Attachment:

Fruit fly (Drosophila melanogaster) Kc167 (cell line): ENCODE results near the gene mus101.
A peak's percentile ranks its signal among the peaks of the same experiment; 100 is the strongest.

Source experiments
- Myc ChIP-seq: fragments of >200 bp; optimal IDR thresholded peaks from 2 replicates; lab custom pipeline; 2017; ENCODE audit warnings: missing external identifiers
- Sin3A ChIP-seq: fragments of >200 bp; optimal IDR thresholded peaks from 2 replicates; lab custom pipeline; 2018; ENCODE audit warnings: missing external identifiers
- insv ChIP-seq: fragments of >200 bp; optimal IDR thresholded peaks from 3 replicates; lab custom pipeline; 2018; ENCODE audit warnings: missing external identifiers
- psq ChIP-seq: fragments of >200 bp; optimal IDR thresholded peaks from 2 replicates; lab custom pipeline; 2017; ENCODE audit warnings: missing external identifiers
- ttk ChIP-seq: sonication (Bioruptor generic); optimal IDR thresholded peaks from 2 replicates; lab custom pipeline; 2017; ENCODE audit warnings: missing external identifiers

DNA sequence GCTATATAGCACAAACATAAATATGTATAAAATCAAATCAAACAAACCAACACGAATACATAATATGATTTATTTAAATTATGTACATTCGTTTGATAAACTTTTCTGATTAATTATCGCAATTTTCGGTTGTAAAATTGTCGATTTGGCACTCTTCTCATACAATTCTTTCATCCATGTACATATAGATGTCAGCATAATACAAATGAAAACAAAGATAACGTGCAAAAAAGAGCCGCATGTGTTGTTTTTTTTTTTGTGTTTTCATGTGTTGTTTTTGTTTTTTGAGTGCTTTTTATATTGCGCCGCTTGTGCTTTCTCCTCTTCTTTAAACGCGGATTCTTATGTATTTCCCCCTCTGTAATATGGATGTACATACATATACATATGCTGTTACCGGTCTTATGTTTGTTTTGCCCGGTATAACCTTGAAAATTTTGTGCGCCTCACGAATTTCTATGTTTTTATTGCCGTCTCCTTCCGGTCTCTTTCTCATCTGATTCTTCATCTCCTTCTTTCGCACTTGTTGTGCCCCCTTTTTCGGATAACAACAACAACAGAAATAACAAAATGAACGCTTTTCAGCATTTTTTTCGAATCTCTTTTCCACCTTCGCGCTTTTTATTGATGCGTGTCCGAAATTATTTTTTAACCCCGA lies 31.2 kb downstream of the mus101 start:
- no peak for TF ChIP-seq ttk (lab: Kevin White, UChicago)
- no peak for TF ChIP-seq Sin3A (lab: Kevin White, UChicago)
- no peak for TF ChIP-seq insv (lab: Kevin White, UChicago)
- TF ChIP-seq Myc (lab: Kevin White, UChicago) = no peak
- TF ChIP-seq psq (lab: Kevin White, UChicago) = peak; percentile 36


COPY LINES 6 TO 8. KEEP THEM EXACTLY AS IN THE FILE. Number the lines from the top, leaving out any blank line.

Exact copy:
- insv ChIP-seq: fragments of >200 bp; optimal IDR thresholded peaks from 3 replicates; lab custom pipeline; 2018; ENCODE audit warnings: missing external identifiers
- psq ChIP-seq: fragments of >200 bp; optimal IDR thresholded peaks from 2 replicates; lab custom pipeline; 2017; ENCODE audit warnings: missing external identifiers
- ttk ChIP-seq: sonication (Bioruptor generic); optimal IDR thresholded peaks from 2 replicates; lab custom pipeline; 2017; ENCODE audit warnings: missing external identifiers